Later I would save for months to purchase Visual Basic 5. $100+ is a lot of money for a teenager – but I wanted to program so bad that I scraped and saved.

After that there was the ASP.NET Web Matrix – a predecessor to the great tools Microsoft now offers for free. Unfortunately, its development was abandoned and for a long period of time I was left in a painful lurch….but then Microsoft started the trend that has made me extremely happy – free lite development tools.

These development tools include Visual Basic 2008 (for desktop applications), Visual C# 2008 (also for desktop applications, but in C#), Visual C++ (just like the last two), and Visual Web Developer (for web applications) – all in the Express line. Additionally they’ve thrown out there SQL Server Express (database back-end) and SQL Server Studio Management Studio Express (for writing SQL and managing databases).

While these applications are noted as “express” that doesn’t suggest that they are majorly crippled – rather they are extremely full functioning applications which can be used to create many impressive applications. For the new, hobbyist, or small business developer many times the Express Editions will be all that you ever need.

This was a smart move on Microsoft’s part – it gets people hooked on Microsoft development young – and it works great for us as well – because we get free development tools. By the time Microsoft expects us to shell out cash – well, we are probably making some from our now decent development skills. Go grab yourself some free development applications: https://www.visualstudio.com/vs/visual-studio-express/.

Leaving DotNetNuke (DNN)…

DotNetNuke (DNN) is a popular open source content management system written in ASP.NET with Microsoft SQL Server as the back-end. I’ve been using it for a number of years on sites of mine like davemackey.net. I’ve been a fan of DNN for a number of years for a few reasons.:

  • Open Source – I’m always a fan of open source projects, not just b/c I like a free lunch as much as the next guy but also because it allows for the project to continue on beyond the lifespan of a given individual or company.
  • ASP.NET – Its only been within the last several years I’ve really begun messing around with LAMP, and for the longest time I loved ASP and then ASP.NET. Now I’ve been swung to the dark side recently, though I still find Microsoft‘s development tools to be leagues beyond the open source competition (for speed of development) and still prefer developing in a VB.NET-like syntax to C#, PHP, etc. But, this habit must die…b/c everyone else is going LAMP.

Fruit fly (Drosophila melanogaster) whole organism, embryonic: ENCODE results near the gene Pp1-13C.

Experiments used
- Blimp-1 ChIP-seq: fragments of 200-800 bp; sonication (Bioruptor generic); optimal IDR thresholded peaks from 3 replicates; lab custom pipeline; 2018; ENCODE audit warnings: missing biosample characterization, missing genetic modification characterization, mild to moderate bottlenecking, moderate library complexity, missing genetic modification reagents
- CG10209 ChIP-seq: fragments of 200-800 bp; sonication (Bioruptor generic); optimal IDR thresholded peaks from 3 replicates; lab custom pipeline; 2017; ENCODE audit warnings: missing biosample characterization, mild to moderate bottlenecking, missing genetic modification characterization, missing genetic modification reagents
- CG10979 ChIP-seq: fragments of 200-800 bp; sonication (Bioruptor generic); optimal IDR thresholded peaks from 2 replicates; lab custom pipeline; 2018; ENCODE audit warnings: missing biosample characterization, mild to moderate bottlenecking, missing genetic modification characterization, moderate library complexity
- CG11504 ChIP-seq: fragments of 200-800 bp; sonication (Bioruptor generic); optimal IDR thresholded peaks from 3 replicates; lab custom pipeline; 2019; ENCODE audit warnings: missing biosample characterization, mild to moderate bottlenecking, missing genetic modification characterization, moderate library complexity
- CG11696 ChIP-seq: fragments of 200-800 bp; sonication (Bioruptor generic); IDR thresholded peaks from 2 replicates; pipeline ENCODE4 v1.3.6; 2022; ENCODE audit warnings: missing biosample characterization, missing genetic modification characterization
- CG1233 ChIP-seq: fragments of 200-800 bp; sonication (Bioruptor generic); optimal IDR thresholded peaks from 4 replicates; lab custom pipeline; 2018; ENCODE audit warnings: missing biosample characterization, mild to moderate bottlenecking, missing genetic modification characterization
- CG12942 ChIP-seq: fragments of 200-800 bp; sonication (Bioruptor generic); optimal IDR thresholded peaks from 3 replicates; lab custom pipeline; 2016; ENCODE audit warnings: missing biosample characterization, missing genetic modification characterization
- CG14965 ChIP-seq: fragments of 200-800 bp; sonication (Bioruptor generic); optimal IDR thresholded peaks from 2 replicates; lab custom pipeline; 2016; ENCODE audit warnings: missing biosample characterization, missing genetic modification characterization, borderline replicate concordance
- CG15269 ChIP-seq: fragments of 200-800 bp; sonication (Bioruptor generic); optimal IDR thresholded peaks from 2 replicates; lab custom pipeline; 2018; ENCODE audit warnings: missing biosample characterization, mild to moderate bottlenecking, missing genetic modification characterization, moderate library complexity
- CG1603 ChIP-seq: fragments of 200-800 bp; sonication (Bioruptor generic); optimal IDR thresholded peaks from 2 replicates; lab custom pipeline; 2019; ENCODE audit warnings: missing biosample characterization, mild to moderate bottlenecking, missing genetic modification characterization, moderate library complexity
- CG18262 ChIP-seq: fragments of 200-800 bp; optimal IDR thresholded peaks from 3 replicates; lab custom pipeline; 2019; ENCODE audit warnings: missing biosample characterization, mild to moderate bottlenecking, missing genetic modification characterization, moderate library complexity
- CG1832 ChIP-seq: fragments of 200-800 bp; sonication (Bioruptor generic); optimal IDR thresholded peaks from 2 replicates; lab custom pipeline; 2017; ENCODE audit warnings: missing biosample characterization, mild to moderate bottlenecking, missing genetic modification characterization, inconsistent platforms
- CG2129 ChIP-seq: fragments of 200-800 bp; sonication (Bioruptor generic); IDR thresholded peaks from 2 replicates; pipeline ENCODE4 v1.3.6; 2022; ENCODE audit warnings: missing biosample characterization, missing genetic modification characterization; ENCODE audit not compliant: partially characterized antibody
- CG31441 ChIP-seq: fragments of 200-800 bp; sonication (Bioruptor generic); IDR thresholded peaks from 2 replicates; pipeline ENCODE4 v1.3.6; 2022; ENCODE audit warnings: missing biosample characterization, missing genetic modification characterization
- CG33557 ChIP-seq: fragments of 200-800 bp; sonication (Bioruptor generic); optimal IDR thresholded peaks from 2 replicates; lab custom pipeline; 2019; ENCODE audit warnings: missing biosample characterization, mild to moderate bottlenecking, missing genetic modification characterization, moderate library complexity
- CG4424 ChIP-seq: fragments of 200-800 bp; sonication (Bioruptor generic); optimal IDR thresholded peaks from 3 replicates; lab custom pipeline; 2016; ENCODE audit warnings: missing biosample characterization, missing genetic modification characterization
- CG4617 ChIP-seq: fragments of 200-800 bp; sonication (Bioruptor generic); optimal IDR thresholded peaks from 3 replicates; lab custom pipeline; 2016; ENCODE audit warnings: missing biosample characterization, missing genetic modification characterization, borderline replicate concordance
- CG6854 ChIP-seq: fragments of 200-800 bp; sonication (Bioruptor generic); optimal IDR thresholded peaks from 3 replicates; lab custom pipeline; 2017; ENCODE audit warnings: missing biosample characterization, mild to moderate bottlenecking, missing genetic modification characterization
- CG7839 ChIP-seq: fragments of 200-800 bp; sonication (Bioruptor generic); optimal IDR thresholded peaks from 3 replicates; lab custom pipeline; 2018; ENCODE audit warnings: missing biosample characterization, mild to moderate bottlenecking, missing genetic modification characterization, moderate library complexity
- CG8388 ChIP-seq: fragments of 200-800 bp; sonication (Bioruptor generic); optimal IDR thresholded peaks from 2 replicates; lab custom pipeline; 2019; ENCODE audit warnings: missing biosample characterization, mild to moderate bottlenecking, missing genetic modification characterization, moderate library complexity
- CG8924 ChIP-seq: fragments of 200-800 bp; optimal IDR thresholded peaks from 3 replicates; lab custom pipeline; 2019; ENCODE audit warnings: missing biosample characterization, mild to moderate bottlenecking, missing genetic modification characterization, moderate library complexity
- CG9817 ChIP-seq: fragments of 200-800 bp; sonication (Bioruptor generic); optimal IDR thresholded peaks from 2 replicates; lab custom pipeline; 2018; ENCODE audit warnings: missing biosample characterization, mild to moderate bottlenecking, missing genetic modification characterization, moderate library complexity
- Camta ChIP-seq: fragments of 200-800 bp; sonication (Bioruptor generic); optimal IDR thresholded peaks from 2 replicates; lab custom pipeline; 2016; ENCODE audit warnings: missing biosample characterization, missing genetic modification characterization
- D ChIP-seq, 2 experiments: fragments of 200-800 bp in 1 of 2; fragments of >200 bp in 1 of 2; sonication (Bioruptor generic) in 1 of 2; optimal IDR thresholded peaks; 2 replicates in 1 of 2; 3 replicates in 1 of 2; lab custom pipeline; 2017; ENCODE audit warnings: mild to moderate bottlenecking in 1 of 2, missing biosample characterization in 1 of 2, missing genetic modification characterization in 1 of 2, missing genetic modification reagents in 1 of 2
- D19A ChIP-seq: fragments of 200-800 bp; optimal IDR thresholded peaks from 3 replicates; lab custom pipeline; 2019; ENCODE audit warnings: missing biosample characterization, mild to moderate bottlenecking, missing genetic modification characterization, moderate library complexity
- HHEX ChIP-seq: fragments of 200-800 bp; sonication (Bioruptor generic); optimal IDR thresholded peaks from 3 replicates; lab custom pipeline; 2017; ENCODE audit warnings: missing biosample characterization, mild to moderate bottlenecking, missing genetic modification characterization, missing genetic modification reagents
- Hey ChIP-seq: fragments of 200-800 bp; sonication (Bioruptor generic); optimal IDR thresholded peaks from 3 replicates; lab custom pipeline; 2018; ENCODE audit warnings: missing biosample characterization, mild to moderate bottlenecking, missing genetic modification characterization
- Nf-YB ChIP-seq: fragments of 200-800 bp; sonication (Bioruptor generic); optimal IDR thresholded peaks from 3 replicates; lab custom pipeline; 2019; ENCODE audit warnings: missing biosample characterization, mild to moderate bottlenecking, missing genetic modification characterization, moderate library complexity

• Simplicity – Compared to Joomla or Drupal, DNN is a breeze. Within minutes of installing the application you can have a full featured site up and running.

That said, I’m now leaving the DNN community (I’ll get to what I’m moving to in a few moments). Here are the simple reasons why:

  • Cost – While DNN itself is open source, the Microsoft ecosystem as a whole is much more oriented around cost-based. This especially holds true for the DNN third-party ecosystem of modules and skins. Both of these would have some commercial items in a similar LAMP based project, but there would be loads of free modules/skins. Not so of the DNN ecosystem.
  • Development – Feature development in DNN seems to go at a much slower pace than equivalent open source projects (though this may change with the venture capital infusion DNN recently received). One significant example is the forums module which has been without an update for well over a year and has several show-stopping bugs in the current production version.
  • Openness – While DNN is an OSS project, the sharing of news about what is happening internally as far as development as well as the ability to get the latest snapshot download to run on the bleeding edge is extremely limited.

So what am I moving to? Good question. Its not Drupal or Joomla. I find both of these overly convoluted (here come the haters). Instead I’m moving to WordPress. WordPress while initially designed as a blogging platform has extended itself significantly to include most functionality that a user could want from a CMS in the core install. Thousands of free extensions make up for whatever WordPress lacks at its core. The development pace is rapid and even minor versions include massive updates (e.g. 2.7 is awesome!). The skins/modules are free, free, free and if one module isn’t receiving development there are dozens others that are.